- Attend ‘events’ – Both online and ‘real-world’ and don’t worry if they’re not always your ‘target’ events – it can be really useful just to keep practising the skills of making small talk and meeting people, and in fact is often easier when the event is not a crucial one for you – you’ll be more relaxed and authentic.
- Ask more interesting questions: This has always been true in networking – one of my golden rules is ‘If you ask boring questions, you get boring answers’. Ask questions focused on the other person’s world, and think of open questions, rather than closed ones which get a one-word repsonse.
- Practise listening more than speaking: This (obviously) follows on from the rule above, and is particularly important online, partly because constnatn interruptions make for an awkward and stilted conversation, and partly because all the focus is on your face, so even the slightest flicker that you’ve stopped listening is easy to spot!
- Think ‘value’ and ‘long-term’, rather than ‘transactional’. Bad networkers think of networking in zero-sum terms – it’s a way for them to get something, and that’s all. But it’s so much more useful, pleasant and interesting to think of networking as a chance to grow value which never existed between people who had never previously met.
think of networking as a chance to grow value which never existed between people who had never previously met
- Think outside ‘digital’. When was the last time you got a hand-written invitation? Or received a post-event gift in the post? In a world where everyone is digital, sometimes going ‘old school’ can really help you t stand out and maintain a connection.
- Be specific about what you need: This is a great time for getting referrals, recommendations and contacts. If you’d like to be connected someone, or get a piece of advice or some help, be clear about that – people are busy, so make it easy for them to help you – don’t make them think!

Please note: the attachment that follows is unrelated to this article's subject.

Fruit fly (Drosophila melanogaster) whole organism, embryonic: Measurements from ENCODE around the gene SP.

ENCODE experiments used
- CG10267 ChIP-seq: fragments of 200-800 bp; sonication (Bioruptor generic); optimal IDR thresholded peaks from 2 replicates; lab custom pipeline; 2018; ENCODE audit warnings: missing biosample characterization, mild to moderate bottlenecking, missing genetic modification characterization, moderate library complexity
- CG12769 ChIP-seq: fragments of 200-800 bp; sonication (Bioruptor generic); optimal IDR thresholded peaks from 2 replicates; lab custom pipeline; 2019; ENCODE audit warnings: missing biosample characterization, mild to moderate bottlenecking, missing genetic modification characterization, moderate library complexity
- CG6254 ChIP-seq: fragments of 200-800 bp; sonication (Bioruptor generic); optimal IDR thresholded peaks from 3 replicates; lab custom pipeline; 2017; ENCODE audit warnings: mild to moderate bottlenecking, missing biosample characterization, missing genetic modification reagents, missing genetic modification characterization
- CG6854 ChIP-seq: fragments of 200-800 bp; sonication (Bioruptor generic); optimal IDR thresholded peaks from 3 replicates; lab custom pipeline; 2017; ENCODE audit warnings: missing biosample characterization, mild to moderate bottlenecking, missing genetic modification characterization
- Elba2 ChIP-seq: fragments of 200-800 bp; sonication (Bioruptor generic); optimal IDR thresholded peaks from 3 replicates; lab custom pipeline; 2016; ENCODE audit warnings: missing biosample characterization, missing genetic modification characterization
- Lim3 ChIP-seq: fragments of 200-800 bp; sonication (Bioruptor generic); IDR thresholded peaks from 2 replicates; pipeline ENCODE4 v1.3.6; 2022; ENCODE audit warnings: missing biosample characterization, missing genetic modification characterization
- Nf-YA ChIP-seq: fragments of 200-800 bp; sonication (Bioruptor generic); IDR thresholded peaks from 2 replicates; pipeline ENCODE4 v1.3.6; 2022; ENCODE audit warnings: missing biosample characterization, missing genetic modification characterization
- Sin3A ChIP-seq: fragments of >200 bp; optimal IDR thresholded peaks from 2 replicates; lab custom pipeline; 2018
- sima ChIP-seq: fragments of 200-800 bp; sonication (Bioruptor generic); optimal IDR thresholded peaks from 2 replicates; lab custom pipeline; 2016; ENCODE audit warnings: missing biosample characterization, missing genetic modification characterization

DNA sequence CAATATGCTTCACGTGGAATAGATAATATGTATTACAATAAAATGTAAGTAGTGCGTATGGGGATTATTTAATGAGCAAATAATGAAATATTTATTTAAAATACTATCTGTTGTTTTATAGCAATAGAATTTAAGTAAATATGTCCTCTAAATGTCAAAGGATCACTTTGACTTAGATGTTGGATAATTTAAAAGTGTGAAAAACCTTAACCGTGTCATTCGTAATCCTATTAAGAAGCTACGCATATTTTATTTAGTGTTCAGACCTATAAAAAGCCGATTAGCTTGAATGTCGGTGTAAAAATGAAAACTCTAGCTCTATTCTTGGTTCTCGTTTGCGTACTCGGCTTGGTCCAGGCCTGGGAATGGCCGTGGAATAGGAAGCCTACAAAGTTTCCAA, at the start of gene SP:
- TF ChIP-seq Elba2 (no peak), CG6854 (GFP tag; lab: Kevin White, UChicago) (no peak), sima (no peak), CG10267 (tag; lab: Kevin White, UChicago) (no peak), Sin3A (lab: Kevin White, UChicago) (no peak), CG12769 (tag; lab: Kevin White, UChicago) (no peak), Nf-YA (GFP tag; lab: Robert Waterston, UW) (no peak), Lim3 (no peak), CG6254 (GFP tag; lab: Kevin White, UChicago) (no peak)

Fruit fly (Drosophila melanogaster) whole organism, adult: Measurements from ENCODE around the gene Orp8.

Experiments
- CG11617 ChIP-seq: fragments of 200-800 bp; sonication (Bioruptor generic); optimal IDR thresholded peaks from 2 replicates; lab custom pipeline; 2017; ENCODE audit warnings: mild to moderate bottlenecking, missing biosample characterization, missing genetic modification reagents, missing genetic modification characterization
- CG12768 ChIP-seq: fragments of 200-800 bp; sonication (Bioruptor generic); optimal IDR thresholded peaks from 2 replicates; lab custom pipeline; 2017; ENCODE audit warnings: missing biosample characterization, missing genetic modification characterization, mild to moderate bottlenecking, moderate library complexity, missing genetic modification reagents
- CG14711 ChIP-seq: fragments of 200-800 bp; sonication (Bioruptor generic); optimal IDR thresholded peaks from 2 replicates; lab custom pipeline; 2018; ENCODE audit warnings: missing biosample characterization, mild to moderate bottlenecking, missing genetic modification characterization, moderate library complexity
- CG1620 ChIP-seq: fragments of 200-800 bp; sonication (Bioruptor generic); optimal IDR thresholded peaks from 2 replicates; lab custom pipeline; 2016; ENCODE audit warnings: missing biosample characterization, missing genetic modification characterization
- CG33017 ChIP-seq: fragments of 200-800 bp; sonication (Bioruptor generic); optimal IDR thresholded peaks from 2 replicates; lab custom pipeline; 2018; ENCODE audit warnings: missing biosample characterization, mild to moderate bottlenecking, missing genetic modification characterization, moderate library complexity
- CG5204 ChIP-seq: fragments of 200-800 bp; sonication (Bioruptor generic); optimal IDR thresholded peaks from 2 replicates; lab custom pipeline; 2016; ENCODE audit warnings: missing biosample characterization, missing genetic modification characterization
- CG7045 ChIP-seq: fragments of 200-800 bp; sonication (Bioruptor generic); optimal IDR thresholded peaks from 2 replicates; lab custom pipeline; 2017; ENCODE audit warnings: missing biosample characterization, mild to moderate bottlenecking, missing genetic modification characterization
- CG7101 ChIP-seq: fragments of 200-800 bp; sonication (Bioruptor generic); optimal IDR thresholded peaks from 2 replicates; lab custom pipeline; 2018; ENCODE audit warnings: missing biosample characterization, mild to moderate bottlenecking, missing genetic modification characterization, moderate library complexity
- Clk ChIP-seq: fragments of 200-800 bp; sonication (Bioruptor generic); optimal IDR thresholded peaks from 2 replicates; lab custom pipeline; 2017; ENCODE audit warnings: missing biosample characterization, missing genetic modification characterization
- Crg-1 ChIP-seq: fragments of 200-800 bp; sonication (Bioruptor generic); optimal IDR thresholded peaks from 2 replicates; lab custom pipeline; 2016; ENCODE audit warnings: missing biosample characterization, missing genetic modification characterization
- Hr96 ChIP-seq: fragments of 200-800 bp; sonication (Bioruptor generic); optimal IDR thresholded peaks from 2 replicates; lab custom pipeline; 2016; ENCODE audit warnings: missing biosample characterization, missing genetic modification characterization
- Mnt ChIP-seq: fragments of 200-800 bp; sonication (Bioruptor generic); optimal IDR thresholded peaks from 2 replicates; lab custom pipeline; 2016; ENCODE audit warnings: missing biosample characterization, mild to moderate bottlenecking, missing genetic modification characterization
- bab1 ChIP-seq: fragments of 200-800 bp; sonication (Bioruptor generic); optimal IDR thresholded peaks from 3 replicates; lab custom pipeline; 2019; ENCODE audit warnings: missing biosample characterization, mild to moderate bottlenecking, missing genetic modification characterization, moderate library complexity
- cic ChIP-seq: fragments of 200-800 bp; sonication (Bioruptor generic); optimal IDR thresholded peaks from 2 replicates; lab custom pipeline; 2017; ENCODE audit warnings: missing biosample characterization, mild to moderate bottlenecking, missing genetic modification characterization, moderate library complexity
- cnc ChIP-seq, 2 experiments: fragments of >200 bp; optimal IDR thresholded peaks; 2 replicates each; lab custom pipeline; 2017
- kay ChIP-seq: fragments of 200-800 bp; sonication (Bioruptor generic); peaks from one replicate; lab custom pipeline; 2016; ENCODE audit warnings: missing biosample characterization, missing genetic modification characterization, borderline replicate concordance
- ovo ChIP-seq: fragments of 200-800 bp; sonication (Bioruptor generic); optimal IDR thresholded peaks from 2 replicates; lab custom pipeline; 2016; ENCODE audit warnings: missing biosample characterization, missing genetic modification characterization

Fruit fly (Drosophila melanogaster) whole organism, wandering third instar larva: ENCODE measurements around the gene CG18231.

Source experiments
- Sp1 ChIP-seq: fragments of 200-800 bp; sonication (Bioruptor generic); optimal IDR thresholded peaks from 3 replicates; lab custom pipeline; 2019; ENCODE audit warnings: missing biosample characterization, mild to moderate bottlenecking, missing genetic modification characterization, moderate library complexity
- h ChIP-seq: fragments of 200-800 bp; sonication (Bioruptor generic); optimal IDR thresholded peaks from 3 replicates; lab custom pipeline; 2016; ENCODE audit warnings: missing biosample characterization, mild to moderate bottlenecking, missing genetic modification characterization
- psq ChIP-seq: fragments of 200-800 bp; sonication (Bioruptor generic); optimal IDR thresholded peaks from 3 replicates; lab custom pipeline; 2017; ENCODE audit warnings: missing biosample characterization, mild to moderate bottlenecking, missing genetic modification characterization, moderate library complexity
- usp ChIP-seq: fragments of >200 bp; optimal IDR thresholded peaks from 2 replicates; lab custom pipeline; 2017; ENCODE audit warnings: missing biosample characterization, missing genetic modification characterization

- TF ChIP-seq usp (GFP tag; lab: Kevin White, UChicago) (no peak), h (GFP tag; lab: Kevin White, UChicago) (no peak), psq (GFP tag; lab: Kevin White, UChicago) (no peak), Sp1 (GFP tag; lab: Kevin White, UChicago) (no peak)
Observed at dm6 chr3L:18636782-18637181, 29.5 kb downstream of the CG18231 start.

- Be clear that you’d like to help:Let people know that you’re happy to help – just ask them what they need “How can I help you?” is a magic sentence. But don’t trust your memory – if you’ve promised to help, then write it down!
- Remember that we’ll all be a bit ‘rusty’ as the world opens up. As you start thinking of returning to ‘real’ events, be kind to yourself and others – many of us haven’t practised ‘small-talk’ for ages. Some people might be feeling nervous about being in the room, and what ‘personal space’ means will probably change. We’re not used to standing up for a couple of hours anymore, and some of us might even have to hunt out proper shoes for the first time in more than a year! It’ll all be a bit strange, so don’t expect too much, and be as empathetic as possible.
- Follow-up: If you don’t follow-up then there’s no point networking in the first place! My rule-of-thumb here is to always think of giving value before asking for it. Don’t ask immediately for a ‘quick coffee’, offer to give help first, for example. Think of how you can offer someone a useful connection, or recommend a book, or send a relevant webpage. And remember follow-up is a procvess, not a one-off event. You don’t need to hound people, but don’t be afraid of keeping in touch, at least a couple of times a year.